Jimmy Santiago Baca

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Jimmy Santiago Baca (born January 2, 1952) is a Chicano-American poet and writer.


  • I was institutionalized from age five to thirty years, first in an orphanage and then in prison. I kept running away and escaping and escaping and escaping . . . I had tried to escape so many times. When I got to prison I refused to work; I wanted to learn—I wanted an education. I was ready to give my life for an education…
  • The white kids are being conditioned to feel superior—so you can’t attack the whites, you have to attack the system. But we have to attack with loving ourselves first. If we don’t love more, we ain’t revolutionizing nothin’. People who love themselves won’t tolerate deception; they won’t tolerate oppression…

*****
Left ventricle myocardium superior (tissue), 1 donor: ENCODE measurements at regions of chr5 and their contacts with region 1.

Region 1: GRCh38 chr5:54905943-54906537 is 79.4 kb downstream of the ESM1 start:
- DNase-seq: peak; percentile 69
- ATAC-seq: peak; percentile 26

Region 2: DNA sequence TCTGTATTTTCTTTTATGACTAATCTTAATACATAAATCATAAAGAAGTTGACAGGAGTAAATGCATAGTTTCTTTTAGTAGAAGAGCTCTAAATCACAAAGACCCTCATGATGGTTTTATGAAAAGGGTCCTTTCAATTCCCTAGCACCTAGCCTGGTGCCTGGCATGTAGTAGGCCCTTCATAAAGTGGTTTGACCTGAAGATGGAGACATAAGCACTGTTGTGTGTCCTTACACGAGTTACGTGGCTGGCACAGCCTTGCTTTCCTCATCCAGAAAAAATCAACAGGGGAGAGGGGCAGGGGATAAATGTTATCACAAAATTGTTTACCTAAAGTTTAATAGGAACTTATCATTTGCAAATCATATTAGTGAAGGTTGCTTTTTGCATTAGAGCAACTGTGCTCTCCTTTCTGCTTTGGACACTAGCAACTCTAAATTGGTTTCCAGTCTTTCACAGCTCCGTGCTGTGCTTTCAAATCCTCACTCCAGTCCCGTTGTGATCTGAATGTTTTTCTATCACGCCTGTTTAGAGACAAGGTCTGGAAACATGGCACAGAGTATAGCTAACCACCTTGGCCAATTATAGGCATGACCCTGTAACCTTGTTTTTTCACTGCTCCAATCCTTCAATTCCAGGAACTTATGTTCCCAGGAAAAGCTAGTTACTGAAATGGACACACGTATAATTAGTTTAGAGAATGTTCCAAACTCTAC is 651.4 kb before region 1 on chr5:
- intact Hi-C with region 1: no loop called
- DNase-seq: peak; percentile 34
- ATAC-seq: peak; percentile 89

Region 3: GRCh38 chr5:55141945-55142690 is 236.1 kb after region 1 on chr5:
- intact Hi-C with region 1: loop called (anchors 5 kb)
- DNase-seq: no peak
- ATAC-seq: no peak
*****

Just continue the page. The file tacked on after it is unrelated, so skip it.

• People of color and poor people, we have a self-hatred that is somehow like a virus, and the second you come out of your mother’s womb, the virus comes to you—that if you’re poor, and you’re a person of color, you have self-hatred. But each of us who gets educated—we educate those around us. Education for itself is worthless, but making education yours is priceless. I tell all of my students to make it theirs…
  • Not knowing how to read and write is only the top of that morbid state of being. Not knowing how to read and write leads to not knowing where windows come from, how cars are made, how people pay for cars. Not knowing how to read and write is only the top of the problem, because behind that wall you don't know anything and how anything operates in society, and that's the nightmare.

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